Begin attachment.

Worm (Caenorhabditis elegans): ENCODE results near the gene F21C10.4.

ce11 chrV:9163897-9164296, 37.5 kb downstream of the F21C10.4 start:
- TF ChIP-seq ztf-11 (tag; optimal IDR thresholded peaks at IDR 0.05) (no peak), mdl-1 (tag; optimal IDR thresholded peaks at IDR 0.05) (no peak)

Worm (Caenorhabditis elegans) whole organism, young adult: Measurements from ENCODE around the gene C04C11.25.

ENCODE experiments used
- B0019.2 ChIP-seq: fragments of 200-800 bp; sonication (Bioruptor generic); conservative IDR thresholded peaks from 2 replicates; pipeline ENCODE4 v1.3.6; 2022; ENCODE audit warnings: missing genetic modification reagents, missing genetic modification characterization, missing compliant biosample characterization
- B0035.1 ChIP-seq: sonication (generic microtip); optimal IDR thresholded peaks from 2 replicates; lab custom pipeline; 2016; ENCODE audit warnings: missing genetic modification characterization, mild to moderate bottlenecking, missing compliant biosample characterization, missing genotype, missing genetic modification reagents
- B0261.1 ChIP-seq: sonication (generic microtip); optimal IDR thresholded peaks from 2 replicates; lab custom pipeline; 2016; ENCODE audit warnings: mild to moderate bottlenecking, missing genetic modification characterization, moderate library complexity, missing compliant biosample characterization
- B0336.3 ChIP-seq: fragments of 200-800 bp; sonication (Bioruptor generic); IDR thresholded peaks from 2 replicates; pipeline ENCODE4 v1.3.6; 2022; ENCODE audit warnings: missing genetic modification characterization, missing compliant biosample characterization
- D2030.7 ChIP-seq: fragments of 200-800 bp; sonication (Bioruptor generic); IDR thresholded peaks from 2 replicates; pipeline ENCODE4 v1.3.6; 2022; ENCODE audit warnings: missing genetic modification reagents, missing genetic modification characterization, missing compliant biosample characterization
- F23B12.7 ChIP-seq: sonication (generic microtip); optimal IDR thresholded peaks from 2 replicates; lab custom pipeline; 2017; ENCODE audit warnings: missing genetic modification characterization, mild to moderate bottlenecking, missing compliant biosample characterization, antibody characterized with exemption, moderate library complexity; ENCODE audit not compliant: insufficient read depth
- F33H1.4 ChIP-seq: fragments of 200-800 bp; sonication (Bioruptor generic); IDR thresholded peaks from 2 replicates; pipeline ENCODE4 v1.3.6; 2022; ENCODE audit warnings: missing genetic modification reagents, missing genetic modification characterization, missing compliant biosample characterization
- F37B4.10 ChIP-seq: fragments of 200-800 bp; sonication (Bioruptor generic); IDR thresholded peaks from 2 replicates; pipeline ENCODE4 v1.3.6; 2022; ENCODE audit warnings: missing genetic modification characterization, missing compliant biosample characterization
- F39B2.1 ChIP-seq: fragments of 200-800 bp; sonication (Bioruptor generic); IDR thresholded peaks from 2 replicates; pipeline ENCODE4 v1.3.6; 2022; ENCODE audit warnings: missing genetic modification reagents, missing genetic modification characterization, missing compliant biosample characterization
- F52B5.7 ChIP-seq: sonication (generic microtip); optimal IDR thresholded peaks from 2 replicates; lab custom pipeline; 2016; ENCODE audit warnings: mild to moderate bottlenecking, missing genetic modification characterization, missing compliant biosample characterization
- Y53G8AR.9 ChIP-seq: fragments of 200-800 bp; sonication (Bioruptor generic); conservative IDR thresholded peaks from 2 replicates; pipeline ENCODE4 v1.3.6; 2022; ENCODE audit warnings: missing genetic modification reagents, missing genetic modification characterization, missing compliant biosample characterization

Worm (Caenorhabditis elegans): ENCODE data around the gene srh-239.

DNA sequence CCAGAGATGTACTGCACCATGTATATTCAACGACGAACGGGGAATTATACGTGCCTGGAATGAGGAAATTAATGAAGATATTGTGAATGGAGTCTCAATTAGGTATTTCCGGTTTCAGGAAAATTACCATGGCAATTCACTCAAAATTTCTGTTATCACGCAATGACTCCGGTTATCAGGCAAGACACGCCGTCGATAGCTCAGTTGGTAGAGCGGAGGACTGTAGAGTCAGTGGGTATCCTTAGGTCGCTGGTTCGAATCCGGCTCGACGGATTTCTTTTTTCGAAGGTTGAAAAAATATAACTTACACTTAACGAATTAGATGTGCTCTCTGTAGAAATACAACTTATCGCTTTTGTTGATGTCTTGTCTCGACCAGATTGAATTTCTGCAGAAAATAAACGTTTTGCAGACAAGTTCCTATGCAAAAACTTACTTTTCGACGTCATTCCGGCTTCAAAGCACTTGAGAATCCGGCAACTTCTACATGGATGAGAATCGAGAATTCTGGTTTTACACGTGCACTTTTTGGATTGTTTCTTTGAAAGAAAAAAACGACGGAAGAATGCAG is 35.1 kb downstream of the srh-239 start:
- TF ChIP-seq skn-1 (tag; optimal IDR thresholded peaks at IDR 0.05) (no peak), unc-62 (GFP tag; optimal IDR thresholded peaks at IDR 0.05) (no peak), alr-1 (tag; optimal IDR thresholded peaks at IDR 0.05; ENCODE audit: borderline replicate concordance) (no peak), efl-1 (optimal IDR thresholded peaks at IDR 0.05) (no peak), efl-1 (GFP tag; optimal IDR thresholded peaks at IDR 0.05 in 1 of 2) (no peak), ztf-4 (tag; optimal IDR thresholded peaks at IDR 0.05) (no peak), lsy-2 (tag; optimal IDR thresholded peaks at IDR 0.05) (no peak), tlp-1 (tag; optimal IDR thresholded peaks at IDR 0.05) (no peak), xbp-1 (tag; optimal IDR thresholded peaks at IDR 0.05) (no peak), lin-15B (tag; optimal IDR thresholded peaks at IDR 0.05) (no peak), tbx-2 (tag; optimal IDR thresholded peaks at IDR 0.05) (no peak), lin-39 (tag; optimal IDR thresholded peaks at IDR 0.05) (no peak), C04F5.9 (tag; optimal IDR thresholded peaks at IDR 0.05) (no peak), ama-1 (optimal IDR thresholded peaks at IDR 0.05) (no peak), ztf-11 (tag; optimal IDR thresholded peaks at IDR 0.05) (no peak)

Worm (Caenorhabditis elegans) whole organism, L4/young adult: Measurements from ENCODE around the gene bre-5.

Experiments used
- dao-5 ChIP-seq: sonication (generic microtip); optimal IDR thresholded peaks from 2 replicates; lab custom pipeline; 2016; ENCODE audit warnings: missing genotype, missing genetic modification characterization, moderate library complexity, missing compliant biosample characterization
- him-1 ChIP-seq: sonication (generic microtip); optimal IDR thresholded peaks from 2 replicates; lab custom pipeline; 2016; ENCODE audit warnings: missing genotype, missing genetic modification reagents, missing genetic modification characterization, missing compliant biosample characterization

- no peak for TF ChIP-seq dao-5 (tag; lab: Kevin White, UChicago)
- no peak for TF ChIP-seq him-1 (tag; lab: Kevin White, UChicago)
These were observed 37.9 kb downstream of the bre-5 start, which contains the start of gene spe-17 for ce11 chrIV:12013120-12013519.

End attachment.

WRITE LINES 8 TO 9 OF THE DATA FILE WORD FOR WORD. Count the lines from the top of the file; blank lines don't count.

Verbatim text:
- B0261.1 ChIP-seq: sonication (generic microtip); optimal IDR thresholded peaks from 2 replicates; lab custom pipeline; 2016; ENCODE audit warnings: mild to moderate bottlenecking, missing genetic modification characterization, moderate library complexity, missing compliant biosample characterization
- B0336.3 ChIP-seq: fragments of 200-800 bp; sonication (Bioruptor generic); IDR thresholded peaks from 2 replicates; pipeline ENCODE4 v1.3.6; 2022; ENCODE audit warnings: missing genetic modification characterization, missing compliant biosample characterization